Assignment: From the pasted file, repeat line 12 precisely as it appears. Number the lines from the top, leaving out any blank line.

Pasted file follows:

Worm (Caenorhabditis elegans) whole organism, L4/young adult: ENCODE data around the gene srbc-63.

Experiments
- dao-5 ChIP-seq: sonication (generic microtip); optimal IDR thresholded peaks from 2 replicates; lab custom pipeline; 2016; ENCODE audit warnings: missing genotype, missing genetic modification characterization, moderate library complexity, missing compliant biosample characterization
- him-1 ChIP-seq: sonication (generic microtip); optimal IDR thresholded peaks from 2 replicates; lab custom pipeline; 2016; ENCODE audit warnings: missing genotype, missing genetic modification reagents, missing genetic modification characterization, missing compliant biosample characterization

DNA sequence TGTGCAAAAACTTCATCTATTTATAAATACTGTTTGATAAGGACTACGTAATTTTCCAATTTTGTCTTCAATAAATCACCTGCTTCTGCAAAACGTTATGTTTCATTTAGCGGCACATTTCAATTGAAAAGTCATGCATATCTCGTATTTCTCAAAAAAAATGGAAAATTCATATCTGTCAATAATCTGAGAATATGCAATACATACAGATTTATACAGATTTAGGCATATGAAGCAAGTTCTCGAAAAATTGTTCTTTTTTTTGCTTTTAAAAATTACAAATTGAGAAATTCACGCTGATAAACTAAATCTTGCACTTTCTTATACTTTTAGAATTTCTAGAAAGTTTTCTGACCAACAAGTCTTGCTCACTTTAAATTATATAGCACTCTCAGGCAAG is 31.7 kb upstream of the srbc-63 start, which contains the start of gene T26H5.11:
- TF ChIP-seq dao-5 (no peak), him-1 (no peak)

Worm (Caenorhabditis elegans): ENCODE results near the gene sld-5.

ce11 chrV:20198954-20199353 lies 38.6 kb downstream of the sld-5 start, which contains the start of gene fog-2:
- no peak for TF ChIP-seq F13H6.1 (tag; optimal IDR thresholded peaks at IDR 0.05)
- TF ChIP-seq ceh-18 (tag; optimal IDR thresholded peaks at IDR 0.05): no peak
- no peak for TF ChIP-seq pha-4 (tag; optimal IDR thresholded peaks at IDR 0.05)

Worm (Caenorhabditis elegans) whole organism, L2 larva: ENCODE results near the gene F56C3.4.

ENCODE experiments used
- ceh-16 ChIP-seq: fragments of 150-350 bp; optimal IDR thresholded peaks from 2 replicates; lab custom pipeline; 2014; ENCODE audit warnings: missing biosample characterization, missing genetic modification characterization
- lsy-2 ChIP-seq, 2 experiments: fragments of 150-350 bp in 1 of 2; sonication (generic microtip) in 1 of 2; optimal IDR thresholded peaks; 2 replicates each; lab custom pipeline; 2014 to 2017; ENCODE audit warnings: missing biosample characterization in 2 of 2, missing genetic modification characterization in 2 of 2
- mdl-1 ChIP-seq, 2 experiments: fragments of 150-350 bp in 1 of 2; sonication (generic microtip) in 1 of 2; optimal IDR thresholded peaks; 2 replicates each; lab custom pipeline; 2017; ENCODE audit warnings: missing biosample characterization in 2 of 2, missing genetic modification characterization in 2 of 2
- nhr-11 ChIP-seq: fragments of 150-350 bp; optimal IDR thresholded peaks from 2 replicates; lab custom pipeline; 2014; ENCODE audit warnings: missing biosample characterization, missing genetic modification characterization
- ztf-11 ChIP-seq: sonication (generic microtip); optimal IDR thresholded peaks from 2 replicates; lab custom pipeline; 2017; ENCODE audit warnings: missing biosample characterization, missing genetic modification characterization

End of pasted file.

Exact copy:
Worm (Caenorhabditis elegans) whole organism, L2 larva: ENCODE results near the gene F56C3.4.